1: Total quantity of books I own. Given that suzanne and I share a collection, I can't answer this for me personally. Together, we own somewhere between two and three.
Tons, that is.
At least, that's what I estimated when we recently moved -- 120 file boxes, weighing an average of 40 pounds each, plus the books in my office that I didn't move. The count is somewhere on the order of 3000 books, I think, most of which suzanne has cataloged.
2: The last book I bought. I'm thinking that the last time I bought books was at the bargain room of the Palo Alto Booksale, which is a sure recipe for something strange. If that's the case, then, the last book I bought would be this circa-1984 IBM Personal Computer Basic manual (olive-brown three-ring binding in a gray slipcover), which is a very near duplicate of the book I learned to program from.
3: The last book I read. "Read" is a very fuzzy word around the edges, particularly with nonfiction reference books that one's usually looking for answers in rather than reading cover to cover. The last one that I did anything close to reading through, though, is the ConTeXt-EN English-language ConTeXt manual, by Hans Hagen. I printed out the 300-odd-page pdf file and had it bound into a book a couple of years ago, and then a few months later a much-updated version came out.
4: Four books that mean a lot to me.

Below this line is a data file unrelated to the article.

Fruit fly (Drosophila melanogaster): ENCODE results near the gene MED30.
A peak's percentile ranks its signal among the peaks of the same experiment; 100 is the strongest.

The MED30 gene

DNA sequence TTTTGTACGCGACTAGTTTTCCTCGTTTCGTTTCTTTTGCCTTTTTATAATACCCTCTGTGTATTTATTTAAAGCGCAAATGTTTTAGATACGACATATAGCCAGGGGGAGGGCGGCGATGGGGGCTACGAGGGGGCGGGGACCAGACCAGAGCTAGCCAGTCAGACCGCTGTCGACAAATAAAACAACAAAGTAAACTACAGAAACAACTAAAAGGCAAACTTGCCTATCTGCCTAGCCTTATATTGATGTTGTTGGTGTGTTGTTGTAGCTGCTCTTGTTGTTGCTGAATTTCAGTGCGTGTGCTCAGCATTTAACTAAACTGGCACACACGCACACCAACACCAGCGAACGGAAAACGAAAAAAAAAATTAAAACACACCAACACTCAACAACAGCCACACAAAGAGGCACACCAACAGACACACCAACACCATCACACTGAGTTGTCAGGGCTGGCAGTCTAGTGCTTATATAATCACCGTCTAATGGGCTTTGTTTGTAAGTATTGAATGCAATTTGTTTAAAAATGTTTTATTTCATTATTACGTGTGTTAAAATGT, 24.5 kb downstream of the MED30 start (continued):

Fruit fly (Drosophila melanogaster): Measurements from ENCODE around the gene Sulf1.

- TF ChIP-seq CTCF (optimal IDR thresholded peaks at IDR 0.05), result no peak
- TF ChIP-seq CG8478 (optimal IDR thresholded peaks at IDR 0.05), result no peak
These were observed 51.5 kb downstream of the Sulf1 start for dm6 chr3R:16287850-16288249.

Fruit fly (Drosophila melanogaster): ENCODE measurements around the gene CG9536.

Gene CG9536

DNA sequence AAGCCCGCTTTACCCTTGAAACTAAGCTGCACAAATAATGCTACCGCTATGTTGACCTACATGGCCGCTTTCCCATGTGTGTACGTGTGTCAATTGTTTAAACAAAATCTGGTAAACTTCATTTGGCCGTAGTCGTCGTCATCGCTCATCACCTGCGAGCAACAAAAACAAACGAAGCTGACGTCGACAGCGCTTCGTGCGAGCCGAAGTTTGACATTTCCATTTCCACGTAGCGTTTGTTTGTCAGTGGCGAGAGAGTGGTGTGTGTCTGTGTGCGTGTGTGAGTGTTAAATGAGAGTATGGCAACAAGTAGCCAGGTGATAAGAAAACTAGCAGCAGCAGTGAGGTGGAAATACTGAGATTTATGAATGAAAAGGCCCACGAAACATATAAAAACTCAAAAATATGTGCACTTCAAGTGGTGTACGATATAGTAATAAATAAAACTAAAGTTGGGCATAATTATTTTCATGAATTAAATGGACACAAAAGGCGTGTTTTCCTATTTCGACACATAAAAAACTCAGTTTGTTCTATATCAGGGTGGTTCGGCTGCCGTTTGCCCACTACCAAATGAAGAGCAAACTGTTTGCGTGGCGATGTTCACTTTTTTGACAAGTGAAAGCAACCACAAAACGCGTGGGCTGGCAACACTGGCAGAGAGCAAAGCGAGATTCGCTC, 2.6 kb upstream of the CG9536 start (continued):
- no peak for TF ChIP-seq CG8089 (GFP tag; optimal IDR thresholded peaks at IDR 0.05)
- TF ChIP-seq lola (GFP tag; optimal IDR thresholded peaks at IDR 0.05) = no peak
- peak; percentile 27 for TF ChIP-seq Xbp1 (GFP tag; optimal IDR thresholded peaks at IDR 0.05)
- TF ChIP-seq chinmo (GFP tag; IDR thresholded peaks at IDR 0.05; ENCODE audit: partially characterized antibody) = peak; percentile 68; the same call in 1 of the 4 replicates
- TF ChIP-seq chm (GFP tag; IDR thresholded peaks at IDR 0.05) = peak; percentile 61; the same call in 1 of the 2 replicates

4.1. Viscous Fluid Flow: Second Edition, Frank White. This is one of the collection of engineering books that I inherited from my father, and one that has a few of his notes in it. It's also one that I use regularly in my own work, for looking up various equations and things, and has been for quite a while. The combination means that it's come to symbolize, for me, the less tangible engineering stuff I got from him.
4.2. LaTeX: A Document Preparation System, Leslie Lamport. TeX rocks my little desktop-publishing world. It's one of the things that introduced me both to open-source and to the joy of well-crafted software tools, as well as being an indispensable tool when I'm writing papers; it also later was my path into participating in open-source communities. This book is the one that I started with. (And it's autographed.)
4.3. Cyteen, C. J. Cherryh. This is one of the books that lilairen recommended to me, shortly after we met, with the comment that she'd make a lot more sense after I read it. (It's true, too; it's got a lot of useful words in, which particularly then she was using rather a bit to explain how she thought.) Thus, it's the book I think of when I think of our early book-sharing.
4.4. Towards a Symbolic Architecture, Charles Jencks. One of the things that fascinated me about the Myst games was how everything was symbolic; all of the details were chosen to work with the larger shapes and meanings of things, and the design became a language for indicating connections. Ever since then, I've wanted to work that idea into real-world things. This book, which I came across much more recently, is about very much the same ideas, but in real buildings, and it's in many ways a how-to book as well as just illustrations of what's possible.
4.5. King's Peace, Jo Walton (papersky). One of the things about hanging out on a newsgroup for writers is that one gets to watch one's friends going through the process from unpublished hopeful to published author. I still particularly remember her wondrous description of "It's a real book! With pages and everything!" when she first got to see a printed copy, and this book always reminds me of that, and of the joy of a dream fulfilled. And, besides, I rather like the story a lot, too.
5. Tag five people to pass the meme to. As with others, I'll just pass this along to whoever wants to continue it.